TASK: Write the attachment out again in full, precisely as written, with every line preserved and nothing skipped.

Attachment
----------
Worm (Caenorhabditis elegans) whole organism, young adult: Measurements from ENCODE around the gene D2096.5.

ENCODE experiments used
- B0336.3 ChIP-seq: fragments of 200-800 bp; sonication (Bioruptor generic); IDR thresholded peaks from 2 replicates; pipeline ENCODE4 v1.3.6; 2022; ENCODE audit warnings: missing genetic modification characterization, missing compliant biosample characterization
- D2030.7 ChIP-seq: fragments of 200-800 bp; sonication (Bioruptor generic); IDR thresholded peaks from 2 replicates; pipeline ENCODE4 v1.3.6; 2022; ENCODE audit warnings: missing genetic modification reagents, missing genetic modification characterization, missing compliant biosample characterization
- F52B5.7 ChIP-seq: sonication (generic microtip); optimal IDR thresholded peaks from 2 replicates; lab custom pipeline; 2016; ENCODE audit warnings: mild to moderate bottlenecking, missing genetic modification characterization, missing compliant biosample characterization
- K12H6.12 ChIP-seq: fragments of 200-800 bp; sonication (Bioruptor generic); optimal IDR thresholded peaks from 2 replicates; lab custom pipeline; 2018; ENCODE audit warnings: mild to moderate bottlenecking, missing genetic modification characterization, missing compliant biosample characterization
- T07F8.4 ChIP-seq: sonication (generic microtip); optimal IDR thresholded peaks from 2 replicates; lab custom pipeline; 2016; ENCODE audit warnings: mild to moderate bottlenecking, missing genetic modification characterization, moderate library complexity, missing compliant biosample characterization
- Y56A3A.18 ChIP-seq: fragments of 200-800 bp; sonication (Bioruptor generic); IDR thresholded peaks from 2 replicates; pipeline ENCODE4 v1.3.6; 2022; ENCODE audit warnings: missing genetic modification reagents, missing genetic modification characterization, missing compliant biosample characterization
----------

Worm (Caenorhabditis elegans) whole organism, young adult: Measurements from ENCODE around the gene D2096.5.

ENCODE experiments used
- B0336.3 ChIP-seq: fragments of 200-800 bp; sonication (Bioruptor generic); IDR thresholded peaks from 2 replicates; pipeline ENCODE4 v1.3.6; 2022; ENCODE audit warnings: missing genetic modification characterization, missing compliant biosample characterization
- D2030.7 ChIP-seq: fragments of 200-800 bp; sonication (Bioruptor generic); IDR thresholded peaks from 2 replicates; pipeline ENCODE4 v1.3.6; 2022; ENCODE audit warnings: missing genetic modification reagents, missing genetic modification characterization, missing compliant biosample characterization
- F52B5.7 ChIP-seq: sonication (generic microtip); optimal IDR thresholded peaks from 2 replicates; lab custom pipeline; 2016; ENCODE audit warnings: mild to moderate bottlenecking, missing genetic modification characterization, missing compliant biosample characterization
- K12H6.12 ChIP-seq: fragments of 200-800 bp; sonication (Bioruptor generic); optimal IDR thresholded peaks from 2 replicates; lab custom pipeline; 2018; ENCODE audit warnings: mild to moderate bottlenecking, missing genetic modification characterization, missing compliant biosample characterization
- T07F8.4 ChIP-seq: sonication (generic microtip); optimal IDR thresholded peaks from 2 replicates; lab custom pipeline; 2016; ENCODE audit warnings: mild to moderate bottlenecking, missing genetic modification characterization, moderate library complexity, missing compliant biosample characterization
- Y56A3A.18 ChIP-seq: fragments of 200-800 bp; sonication (Bioruptor generic); IDR thresholded peaks from 2 replicates; pipeline ENCODE4 v1.3.6; 2022; ENCODE audit warnings: missing genetic modification reagents, missing genetic modification characterization, missing compliant biosample characterization